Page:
In fact, the part of my brain that deals in hope and optimism is beginning to stir.  Rather than ignoring the existence of this sequel, I now find myself tempted to go and see it.  Yes, I’m daring to dream that Blade Runner 2049 might actually be good.  Let’s hope I’m not disappointed.

 

But at least it can’t be any worse than that bloody football match the other night.  Come on, world.  Hurry up and invent some real replicants – and then get eleven of them playing football for Scotland.

 

© Warner Bros / The Ladd Company / Shaw Brothers

 

God save the Queen

 

© Brandywine Productions / 20th Century Fox

 

Scene: The living room of the Parochial House on Craggy Island during a 1996 episode of Father Ted.  The elderly and infirm Bishop Jordan, one of a visiting trio of church dignitaries, has just been explaining how he had a heart attack last year and needs to avoid having sudden surprises and shocks.

Father Dougal (bellowing at the top of his voice): AAAAAHHHHH!

Bishop Jordan nearly suffers another heart attack on the living room sofa.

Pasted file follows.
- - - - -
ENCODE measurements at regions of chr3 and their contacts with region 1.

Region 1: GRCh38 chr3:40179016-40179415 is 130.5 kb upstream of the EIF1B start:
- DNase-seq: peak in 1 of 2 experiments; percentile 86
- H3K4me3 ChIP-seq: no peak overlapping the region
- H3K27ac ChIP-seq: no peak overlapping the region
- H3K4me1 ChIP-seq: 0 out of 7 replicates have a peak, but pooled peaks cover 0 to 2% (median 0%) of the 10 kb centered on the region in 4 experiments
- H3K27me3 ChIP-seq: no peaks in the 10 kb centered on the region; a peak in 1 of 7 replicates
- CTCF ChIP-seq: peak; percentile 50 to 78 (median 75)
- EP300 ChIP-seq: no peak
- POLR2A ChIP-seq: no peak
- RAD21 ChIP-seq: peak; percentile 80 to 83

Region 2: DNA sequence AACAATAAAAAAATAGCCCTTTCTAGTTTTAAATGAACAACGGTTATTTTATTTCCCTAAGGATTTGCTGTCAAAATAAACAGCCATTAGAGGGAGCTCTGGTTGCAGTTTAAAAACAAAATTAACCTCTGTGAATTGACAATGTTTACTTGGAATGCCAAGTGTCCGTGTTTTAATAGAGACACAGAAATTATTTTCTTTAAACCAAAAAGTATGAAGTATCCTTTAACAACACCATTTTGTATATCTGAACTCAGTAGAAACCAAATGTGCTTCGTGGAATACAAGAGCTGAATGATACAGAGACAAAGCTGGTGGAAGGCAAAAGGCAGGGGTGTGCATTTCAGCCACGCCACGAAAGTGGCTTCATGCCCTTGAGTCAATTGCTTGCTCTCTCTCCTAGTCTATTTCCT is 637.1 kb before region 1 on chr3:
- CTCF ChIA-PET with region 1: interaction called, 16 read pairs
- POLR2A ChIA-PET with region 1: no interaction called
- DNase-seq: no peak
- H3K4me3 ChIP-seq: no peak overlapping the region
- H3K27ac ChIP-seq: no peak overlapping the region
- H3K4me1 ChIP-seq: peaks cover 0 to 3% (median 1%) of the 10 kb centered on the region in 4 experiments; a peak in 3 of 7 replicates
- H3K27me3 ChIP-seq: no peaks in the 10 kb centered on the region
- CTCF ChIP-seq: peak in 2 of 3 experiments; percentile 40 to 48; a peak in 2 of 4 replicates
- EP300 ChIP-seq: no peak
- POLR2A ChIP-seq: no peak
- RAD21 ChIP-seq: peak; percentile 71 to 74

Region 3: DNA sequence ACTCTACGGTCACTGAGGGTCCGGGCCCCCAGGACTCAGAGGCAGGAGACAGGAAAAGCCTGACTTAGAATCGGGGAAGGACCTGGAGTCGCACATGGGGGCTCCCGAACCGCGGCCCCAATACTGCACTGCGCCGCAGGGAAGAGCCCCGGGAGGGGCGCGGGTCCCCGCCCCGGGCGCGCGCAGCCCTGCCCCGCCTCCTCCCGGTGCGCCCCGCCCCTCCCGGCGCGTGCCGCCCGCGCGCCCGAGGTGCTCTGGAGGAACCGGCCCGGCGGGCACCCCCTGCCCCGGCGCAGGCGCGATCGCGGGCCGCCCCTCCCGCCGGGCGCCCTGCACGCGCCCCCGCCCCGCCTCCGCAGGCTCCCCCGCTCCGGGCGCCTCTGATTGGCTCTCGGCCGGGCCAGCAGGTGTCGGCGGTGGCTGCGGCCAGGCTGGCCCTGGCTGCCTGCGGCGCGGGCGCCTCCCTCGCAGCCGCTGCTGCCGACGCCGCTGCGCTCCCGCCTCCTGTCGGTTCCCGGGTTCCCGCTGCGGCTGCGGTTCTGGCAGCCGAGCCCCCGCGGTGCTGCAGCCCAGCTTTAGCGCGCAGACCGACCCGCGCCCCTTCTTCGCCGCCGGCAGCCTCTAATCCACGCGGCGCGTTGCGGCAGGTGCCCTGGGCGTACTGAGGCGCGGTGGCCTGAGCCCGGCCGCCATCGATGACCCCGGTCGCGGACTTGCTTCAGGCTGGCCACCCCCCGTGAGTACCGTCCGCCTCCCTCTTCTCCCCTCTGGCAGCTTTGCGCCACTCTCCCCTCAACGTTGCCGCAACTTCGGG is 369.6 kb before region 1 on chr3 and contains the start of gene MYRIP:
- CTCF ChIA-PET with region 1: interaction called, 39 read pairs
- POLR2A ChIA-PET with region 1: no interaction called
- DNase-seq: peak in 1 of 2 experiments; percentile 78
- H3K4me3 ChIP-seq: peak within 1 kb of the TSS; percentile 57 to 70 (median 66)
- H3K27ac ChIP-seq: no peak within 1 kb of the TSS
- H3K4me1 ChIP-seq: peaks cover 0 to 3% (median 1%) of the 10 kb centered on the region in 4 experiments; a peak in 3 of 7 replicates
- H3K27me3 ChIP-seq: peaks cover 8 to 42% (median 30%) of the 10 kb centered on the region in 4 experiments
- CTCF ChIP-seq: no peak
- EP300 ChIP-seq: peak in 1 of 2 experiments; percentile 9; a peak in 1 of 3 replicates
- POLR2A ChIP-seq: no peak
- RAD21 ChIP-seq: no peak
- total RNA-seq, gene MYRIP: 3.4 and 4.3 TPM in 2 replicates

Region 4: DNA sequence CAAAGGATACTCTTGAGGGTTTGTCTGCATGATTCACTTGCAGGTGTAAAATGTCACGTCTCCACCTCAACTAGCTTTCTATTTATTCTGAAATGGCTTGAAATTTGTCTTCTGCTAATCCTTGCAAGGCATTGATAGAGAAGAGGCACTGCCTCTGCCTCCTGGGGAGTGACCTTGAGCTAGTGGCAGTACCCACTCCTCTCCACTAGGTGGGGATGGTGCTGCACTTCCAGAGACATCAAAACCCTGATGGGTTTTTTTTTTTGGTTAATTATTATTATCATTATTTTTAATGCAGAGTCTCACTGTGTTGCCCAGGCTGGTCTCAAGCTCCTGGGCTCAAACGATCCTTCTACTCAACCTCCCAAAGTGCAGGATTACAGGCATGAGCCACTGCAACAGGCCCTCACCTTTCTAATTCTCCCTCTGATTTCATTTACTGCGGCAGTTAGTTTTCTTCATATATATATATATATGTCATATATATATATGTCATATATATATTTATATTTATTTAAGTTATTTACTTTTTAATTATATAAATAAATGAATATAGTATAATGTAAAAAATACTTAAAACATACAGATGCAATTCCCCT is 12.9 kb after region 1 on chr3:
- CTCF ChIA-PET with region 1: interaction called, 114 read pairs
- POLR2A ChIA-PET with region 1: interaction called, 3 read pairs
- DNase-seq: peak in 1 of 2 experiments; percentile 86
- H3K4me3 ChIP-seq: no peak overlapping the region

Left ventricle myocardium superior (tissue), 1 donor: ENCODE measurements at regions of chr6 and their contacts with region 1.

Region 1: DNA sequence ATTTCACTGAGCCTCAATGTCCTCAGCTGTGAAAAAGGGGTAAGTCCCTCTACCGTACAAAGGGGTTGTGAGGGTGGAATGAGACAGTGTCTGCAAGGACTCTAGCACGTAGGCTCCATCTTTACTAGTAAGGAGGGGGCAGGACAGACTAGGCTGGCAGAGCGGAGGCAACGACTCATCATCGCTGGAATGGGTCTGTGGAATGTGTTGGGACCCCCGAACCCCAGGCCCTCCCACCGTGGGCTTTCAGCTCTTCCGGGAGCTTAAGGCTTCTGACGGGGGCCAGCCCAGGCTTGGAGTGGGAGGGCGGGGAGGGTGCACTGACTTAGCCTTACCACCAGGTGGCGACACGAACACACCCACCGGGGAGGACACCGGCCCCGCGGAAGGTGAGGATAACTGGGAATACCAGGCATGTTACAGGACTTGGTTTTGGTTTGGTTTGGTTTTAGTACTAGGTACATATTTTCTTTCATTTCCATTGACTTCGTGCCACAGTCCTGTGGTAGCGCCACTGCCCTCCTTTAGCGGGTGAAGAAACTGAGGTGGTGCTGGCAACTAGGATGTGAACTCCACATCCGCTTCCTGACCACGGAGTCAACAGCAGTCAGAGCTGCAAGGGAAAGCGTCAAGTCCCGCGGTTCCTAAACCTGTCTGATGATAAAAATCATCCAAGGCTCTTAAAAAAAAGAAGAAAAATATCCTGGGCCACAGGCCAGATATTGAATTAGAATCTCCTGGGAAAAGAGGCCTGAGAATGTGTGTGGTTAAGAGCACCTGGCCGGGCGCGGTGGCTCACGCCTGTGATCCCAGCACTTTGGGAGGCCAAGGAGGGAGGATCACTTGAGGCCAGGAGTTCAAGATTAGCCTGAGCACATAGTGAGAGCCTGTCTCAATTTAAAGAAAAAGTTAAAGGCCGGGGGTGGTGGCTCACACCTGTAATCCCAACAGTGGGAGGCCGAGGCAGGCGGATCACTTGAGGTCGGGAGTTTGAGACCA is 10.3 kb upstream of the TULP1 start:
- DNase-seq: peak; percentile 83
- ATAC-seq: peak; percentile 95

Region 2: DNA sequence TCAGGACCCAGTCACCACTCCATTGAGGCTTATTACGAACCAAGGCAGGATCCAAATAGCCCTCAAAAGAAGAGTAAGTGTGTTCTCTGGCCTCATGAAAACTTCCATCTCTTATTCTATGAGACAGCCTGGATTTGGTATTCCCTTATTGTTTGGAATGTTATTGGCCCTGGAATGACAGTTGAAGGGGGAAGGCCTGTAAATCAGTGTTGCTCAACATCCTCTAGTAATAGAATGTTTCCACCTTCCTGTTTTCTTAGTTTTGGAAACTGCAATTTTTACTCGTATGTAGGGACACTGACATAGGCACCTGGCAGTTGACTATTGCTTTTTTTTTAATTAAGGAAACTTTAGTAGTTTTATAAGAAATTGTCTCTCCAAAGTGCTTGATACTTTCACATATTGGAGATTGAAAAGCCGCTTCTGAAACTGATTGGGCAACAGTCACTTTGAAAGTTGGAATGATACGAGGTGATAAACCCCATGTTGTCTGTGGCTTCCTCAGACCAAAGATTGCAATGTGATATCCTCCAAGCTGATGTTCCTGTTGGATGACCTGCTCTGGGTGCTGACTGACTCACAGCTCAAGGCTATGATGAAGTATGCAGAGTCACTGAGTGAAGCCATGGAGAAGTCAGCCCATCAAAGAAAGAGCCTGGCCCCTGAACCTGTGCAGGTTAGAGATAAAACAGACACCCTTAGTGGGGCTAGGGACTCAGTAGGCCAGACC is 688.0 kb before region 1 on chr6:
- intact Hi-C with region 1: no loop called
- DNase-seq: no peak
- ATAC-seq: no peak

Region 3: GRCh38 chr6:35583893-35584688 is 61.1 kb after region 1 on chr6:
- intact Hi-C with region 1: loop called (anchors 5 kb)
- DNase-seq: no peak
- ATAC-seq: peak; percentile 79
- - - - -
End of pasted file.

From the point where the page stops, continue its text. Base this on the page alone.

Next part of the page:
Father Ted (seeing Bishop Jordan’s distress): Dougal!  What are you doing?!

Father Dougal: Sorry, Ted – I just remembered.  Aliens is on after the news!

Father Ted: Dougal, for God’s sake!  (To the stricken Bishop Jordan, who has almost collapsed off the sofa.)  I’m sorry, Bishop Jordan!  (To Dougal.)  Did you not hear what he’s saying about his heart?

Father Dougal: I know, but it’s just that it’s the Director’s Cut!  Come on everyone, let’s all have a lads’ night in!

Father Ted: Dougal, just shut up!  (To Bishop Jordan.)  Ha-ha.  A heart attack?  That’s rare enough these days.

Bishop O’Neill (trying to help Father Jordan back onto the sofa): There were certainly a lot of prayers said for Bishop Jordan –

Father Dougal: I don’t know why we can’t look at Aliens

Father Ted: Dougal!  Bishop O’Neill is speaking.

Father Dougal: But…  They’d love it, Ted!

Father Ted: No, they wouldn’t!

Father Dougal: But bishops love sci-fi –

Father Ted: DOUGAL!  WE ARE NOT WATCHING ALIENS!

 

* * * * *

 

Here’s yet another anniversary that makes me feel ancient.  It’s now exactly thirty years since the James Cameron-directed sci-fi / horror / action movie Aliens was released in the United Kingdom.  A few days from now, it’ll be exactly thirty years since I first laid eyes on it in a crowded cinema in Aberdeen.  And like Dougal in that old episode of Father Ted, I still get irrationally excited when I discover that it’s due to have another airing on TV.  And during the first occasion I watched it, there were a few moments when, like the beleaguered Bishop Jordan, I thought my heart was about to pop.  Yes, Aliens is a film that gets the adrenaline sluicing through you like no other.